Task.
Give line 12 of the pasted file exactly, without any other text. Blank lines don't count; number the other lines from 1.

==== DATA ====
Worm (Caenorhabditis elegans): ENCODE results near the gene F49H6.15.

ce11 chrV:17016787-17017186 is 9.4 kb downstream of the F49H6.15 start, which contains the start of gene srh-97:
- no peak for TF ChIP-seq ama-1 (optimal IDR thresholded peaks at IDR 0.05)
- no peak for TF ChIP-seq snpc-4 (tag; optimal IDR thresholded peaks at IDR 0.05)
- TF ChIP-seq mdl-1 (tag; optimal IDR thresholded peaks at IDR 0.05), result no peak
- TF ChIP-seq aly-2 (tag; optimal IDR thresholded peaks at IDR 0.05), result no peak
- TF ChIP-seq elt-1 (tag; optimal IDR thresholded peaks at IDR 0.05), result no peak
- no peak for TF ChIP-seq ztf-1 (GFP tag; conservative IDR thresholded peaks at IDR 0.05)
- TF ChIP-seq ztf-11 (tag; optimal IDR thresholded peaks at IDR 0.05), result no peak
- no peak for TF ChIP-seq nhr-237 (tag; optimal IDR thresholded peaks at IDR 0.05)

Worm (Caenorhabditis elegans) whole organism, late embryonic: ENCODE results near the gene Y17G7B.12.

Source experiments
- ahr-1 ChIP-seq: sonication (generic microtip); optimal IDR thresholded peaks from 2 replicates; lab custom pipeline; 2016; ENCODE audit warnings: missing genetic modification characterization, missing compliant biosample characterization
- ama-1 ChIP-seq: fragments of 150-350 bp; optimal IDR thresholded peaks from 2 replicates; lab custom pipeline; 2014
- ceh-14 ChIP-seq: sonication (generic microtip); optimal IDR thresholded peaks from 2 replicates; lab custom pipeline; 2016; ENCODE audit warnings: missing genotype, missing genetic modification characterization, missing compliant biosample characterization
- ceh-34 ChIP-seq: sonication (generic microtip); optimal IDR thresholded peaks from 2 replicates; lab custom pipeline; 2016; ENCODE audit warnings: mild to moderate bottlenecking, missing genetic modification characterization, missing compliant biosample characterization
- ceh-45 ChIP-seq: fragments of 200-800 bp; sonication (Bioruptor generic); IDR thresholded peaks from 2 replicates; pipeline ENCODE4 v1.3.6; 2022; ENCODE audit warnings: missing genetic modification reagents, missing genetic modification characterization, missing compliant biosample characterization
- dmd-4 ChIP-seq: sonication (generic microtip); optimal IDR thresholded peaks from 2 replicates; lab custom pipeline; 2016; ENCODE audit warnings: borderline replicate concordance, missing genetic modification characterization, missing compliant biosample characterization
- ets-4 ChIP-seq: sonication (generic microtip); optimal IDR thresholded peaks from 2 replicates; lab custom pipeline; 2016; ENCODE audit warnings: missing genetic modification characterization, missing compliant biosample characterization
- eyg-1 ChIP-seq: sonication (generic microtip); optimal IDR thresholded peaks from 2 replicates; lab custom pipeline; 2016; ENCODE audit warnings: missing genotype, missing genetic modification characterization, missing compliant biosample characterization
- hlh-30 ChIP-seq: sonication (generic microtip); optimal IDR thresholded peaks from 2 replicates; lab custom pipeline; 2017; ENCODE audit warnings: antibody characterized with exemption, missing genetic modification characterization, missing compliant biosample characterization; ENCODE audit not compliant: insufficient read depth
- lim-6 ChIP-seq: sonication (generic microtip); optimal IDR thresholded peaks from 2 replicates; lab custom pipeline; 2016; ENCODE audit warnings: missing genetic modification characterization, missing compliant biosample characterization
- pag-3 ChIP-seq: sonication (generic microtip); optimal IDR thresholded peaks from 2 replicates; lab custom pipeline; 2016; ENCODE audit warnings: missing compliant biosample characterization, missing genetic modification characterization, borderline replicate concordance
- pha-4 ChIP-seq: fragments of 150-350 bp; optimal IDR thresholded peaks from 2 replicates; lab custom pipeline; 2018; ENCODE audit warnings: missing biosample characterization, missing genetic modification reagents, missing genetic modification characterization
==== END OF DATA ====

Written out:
Source experiments